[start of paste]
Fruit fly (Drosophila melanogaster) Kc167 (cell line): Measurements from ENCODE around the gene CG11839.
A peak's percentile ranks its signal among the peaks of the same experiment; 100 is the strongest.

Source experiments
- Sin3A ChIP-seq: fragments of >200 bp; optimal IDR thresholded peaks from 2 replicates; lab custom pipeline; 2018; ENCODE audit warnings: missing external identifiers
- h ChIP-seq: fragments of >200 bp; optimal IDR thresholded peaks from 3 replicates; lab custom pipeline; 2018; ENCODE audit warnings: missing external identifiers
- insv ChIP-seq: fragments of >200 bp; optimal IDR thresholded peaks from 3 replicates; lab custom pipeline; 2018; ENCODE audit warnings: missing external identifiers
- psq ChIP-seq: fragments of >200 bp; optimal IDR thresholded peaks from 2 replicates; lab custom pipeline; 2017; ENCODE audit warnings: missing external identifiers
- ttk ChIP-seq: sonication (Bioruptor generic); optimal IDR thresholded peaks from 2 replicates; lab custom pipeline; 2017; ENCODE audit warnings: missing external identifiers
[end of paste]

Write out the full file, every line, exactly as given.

Fruit fly (Drosophila melanogaster) Kc167 (cell line): Measurements from ENCODE around the gene CG11839.
A peak's percentile ranks its signal among the peaks of the same experiment; 100 is the strongest.

Source experiments
- Sin3A ChIP-seq: fragments of >200 bp; optimal IDR thresholded peaks from 2 replicates; lab custom pipeline; 2018; ENCODE audit warnings: missing external identifiers
- h ChIP-seq: fragments of >200 bp; optimal IDR thresholded peaks from 3 replicates; lab custom pipeline; 2018; ENCODE audit warnings: missing external identifiers
- insv ChIP-seq: fragments of >200 bp; optimal IDR thresholded peaks from 3 replicates; lab custom pipeline; 2018; ENCODE audit warnings: missing external identifiers
- psq ChIP-seq: fragments of >200 bp; optimal IDR thresholded peaks from 2 replicates; lab custom pipeline; 2017; ENCODE audit warnings: missing external identifiers
- ttk ChIP-seq: sonication (Bioruptor generic); optimal IDR thresholded peaks from 2 replicates; lab custom pipeline; 2017; ENCODE audit warnings: missing external identifiers